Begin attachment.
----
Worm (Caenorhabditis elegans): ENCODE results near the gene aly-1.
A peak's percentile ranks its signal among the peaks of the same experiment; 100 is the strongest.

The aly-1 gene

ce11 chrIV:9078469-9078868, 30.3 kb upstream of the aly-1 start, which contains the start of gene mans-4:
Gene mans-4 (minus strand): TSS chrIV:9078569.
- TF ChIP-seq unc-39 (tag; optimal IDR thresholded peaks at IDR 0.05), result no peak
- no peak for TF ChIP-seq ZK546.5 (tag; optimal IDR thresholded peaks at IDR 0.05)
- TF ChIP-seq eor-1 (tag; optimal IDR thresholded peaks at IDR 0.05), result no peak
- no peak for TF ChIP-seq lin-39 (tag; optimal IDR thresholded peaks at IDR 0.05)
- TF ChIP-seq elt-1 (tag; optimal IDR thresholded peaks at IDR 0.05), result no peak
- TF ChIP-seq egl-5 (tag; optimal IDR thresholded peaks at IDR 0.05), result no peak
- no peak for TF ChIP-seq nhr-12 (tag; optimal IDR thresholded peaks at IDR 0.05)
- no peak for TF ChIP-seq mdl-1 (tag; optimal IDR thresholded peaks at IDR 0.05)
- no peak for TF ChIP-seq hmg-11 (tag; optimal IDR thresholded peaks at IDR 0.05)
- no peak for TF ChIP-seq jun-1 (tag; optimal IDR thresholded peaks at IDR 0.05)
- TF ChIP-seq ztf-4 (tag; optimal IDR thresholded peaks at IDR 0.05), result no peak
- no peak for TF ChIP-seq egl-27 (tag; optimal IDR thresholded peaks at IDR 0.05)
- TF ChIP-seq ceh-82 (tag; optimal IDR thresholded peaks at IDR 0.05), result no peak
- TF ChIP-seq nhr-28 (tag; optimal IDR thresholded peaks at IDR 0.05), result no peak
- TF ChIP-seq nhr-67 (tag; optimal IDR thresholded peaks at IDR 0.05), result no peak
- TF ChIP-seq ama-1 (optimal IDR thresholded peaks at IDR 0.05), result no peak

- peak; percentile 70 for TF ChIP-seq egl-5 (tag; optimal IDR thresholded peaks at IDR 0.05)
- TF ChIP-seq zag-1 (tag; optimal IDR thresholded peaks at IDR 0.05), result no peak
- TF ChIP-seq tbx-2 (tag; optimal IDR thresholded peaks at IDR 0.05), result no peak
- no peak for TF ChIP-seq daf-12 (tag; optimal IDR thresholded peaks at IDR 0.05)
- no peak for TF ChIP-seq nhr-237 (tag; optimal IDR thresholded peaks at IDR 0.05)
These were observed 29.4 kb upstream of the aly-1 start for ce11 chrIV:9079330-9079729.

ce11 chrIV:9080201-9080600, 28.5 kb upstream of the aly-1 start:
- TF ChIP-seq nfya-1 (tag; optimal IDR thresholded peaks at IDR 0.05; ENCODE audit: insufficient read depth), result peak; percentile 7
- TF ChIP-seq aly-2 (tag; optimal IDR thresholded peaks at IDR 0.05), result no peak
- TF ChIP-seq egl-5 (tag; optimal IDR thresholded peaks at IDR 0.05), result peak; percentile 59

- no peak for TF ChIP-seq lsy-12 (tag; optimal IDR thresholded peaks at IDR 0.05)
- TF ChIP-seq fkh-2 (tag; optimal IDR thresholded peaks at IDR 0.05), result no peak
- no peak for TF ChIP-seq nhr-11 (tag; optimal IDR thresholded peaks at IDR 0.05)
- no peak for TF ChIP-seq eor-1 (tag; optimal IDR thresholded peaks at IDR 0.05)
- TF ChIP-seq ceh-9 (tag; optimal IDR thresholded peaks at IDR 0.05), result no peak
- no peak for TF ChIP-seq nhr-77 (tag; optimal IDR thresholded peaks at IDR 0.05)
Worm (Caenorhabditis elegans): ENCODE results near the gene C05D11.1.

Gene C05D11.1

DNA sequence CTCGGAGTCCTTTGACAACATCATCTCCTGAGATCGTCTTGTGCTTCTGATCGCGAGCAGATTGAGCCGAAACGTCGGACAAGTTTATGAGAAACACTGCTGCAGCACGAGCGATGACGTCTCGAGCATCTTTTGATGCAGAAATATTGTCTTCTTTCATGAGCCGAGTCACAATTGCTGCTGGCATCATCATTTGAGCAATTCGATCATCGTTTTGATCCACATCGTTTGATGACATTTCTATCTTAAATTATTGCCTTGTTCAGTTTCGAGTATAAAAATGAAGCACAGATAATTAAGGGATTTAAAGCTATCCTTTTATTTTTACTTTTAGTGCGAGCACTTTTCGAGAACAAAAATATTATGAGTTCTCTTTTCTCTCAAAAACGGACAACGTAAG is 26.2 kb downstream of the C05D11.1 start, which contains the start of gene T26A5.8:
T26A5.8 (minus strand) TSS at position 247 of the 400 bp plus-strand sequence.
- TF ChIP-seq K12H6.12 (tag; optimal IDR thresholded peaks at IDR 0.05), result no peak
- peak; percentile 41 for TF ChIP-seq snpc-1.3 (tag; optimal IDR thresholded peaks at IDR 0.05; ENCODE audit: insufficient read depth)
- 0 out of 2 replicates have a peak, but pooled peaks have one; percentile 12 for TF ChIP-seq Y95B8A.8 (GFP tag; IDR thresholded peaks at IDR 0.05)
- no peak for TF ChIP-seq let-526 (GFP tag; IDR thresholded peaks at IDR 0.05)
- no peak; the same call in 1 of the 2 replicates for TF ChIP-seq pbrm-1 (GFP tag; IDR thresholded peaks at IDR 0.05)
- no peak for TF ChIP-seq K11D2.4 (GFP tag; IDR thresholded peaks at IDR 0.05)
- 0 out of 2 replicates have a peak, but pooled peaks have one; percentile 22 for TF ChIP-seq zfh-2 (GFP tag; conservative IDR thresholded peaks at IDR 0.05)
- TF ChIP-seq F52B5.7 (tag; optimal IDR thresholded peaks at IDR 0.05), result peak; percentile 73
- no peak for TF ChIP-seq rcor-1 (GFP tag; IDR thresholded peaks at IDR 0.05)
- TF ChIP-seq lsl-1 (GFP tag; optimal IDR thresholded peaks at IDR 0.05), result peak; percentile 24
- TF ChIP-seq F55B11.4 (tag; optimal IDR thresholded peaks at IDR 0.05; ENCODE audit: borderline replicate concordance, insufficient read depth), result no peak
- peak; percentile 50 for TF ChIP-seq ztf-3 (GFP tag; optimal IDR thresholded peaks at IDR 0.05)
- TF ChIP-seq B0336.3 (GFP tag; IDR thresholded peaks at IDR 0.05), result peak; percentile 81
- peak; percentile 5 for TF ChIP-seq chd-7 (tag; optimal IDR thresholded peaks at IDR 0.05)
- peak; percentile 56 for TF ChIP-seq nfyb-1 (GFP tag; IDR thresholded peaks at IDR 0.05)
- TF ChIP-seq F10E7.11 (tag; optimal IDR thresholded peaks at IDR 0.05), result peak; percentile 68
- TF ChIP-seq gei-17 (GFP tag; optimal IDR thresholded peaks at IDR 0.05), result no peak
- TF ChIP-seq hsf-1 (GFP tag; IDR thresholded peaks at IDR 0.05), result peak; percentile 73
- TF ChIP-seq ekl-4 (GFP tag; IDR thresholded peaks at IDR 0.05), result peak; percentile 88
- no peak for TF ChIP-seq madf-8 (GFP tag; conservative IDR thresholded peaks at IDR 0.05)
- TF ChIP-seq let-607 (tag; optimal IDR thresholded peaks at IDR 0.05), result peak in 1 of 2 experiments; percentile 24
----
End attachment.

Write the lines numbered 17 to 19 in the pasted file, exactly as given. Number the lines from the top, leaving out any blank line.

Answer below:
- no peak for TF ChIP-seq egl-27 (tag; optimal IDR thresholded peaks at IDR 0.05)
- TF ChIP-seq ceh-82 (tag; optimal IDR thresholded peaks at IDR 0.05), result no peak
- TF ChIP-seq nhr-28 (tag; optimal IDR thresholded peaks at IDR 0.05), result no peak